Arkansas State Trooper Spencer Morris was named National Trooper of the Year by the International Association of Chiefs of Police, State and Provincial Division during a March 25 award ceremony in Seattle, before an audience of law enforcement officers from across the nation. It was 25 years ago, in 1997, when an Arkansas State Trooper was last selected by IACP as National Trooper of the Year.
Trooper Morris, 34, of Crittenden County in northeastern Arkansas, is a graduate of the 2018 Arkansas State Police Training Academy, and was among a group of four regional state trooper finalists across the nation. Morris is assigned to the Highway Patrol Division, Troop D, headquartered at Forrest City.
Morris was additionally recognized for his actions on December 16, 2021 during an attempted traffic stop that ended in Memphis:
While working his assigned interstate patrol duties, Morris answered the radio call from the US Marshals Service requesting assistance in apprehending a fugitive from South Carolina, believed to be armed and considered dangerous, who was traveling through West Memphis along Interstate 55 headed toward Memphis. Trooper Morris was the closest law enforcement officer in the area who would have been able to intercept the vehicle.
At around 2:30 PM, Morris observed the suspect’s vehicle and began to position his patrol car for the traffic stop. As he closed in on the car, multiple gun shots from the suspect vehicle were directed at Trooper Morris, with one round striking him in the chest. Morris’ body armor slowed the round, resulting in a minor wound.
Despite the injury and the imminent deadly threat to himself and other motorists traveling into Memphis, Morris began to return gunfire directed at the fleeing suspect. As the pursuit approached the I-55 McLemore interchange, the suspect vehicle slowed and came to a stop, and the wounded trooper radioed his location and requested assistance. Morris moved his patrol car to the roadside and, at a safe distance, exited his vehicle to take a defensive position.
Local police officers soon joined Morris, along with paramedics, who transported the wounded trooper to a nearby hospital where doctors determined the wound was non-life threatening. With traffic diverted from the interstate, a SWAT team moved toward the suspect vehicle to find the wanted fugitive and another occupant still in the car, both deceased.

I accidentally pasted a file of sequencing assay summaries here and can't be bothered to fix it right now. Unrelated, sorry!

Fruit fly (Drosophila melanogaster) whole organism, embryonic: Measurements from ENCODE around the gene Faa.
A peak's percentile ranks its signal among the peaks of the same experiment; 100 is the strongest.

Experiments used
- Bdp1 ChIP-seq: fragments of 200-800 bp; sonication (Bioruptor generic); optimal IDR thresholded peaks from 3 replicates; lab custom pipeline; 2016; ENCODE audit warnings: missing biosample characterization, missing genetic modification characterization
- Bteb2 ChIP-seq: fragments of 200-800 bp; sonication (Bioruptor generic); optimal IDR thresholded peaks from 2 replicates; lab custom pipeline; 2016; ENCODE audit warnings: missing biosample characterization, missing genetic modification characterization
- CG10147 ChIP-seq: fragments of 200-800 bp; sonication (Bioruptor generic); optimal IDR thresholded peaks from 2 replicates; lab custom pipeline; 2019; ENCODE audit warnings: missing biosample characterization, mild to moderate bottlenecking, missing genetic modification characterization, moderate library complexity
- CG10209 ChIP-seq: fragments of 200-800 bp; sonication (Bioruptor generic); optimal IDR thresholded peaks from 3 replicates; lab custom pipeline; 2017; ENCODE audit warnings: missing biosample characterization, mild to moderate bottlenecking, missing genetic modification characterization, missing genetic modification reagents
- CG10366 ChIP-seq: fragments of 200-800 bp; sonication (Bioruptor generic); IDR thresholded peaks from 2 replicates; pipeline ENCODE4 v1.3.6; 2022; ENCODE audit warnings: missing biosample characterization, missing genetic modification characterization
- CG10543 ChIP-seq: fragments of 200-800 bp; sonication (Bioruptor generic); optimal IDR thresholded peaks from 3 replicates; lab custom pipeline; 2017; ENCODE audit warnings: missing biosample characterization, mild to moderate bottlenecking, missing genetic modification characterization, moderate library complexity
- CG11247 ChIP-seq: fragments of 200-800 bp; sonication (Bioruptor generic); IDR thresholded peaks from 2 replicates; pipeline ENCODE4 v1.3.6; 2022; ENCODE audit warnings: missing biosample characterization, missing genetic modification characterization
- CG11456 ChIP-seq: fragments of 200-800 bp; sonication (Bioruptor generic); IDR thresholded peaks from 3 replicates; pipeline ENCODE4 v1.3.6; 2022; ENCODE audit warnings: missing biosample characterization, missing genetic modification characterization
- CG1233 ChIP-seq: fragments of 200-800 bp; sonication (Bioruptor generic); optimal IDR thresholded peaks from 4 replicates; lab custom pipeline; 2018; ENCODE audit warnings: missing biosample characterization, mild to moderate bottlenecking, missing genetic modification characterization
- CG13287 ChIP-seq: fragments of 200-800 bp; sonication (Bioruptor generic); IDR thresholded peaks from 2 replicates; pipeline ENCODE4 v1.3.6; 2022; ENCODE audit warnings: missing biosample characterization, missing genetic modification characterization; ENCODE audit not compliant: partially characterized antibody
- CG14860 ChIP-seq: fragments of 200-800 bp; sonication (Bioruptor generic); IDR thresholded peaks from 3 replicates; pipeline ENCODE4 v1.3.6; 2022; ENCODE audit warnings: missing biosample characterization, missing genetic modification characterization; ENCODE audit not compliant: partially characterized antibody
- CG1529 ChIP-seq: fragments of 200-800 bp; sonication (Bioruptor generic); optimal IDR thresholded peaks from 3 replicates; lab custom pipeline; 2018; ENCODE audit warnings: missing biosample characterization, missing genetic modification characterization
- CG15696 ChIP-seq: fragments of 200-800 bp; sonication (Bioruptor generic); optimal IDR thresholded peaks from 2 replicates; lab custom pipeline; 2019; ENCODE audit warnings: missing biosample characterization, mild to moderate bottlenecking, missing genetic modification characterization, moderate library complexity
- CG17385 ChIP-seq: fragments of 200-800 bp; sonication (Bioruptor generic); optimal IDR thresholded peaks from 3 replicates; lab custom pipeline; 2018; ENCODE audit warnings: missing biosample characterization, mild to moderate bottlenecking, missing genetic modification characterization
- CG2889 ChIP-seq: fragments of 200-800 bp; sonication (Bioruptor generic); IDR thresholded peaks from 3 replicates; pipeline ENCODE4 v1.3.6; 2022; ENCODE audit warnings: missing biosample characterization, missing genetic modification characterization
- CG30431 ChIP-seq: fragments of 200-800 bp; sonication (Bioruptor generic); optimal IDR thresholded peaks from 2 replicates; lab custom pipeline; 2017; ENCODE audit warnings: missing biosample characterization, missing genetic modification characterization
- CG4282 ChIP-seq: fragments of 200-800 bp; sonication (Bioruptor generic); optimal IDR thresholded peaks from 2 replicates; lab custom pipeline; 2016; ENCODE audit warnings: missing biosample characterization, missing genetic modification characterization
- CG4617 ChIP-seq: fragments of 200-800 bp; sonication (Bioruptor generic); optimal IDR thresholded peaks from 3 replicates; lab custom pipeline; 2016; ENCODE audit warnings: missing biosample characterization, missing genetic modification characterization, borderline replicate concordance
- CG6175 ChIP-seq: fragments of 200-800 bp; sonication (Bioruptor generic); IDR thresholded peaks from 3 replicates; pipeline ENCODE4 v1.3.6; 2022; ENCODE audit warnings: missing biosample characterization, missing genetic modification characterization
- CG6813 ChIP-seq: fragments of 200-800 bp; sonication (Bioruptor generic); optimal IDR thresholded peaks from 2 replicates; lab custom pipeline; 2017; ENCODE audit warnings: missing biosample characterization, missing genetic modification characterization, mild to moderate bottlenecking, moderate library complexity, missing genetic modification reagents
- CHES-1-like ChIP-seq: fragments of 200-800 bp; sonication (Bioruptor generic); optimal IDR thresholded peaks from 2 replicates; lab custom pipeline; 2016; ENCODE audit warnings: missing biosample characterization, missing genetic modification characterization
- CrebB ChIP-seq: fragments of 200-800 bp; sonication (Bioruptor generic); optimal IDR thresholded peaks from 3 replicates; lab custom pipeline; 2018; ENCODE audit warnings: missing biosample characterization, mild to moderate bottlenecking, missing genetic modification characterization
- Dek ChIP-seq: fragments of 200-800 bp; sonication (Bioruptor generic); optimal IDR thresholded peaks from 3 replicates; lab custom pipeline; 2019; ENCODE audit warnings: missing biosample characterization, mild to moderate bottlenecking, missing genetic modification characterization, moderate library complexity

Later that day, Trooper Morris was released from the hospital and taken home to his family, where all were thankful to be reunited.
In his comments to the Seattle audience, Colonel Bill Bryant, director of the Arkansas State Police said, “Arkansas State Troopers patrol more than 16 thousand miles of state highways every day and along the way, they stop to serve the citizens, whether it’s to help change a flat tire, or just take a minute to listen to someone’s concerns or troubles.
“These men and women we know as Arkansas State Troopers are part of the fabric that hold local communities together,” Colonel Bryant said. “They are among the best trained law enforcement officers in the country, dedicated and always ready to serve.
“Trooper Spencer Morris is just one example of more than 500 other Arkansas state troopers, just like him, who set aside awesome risks to themselves each day to make their state a safer and better place to call home.”
Trooper Morris returned to active duty and continues patrolling Arkansas highways, in and around, Crittenden County.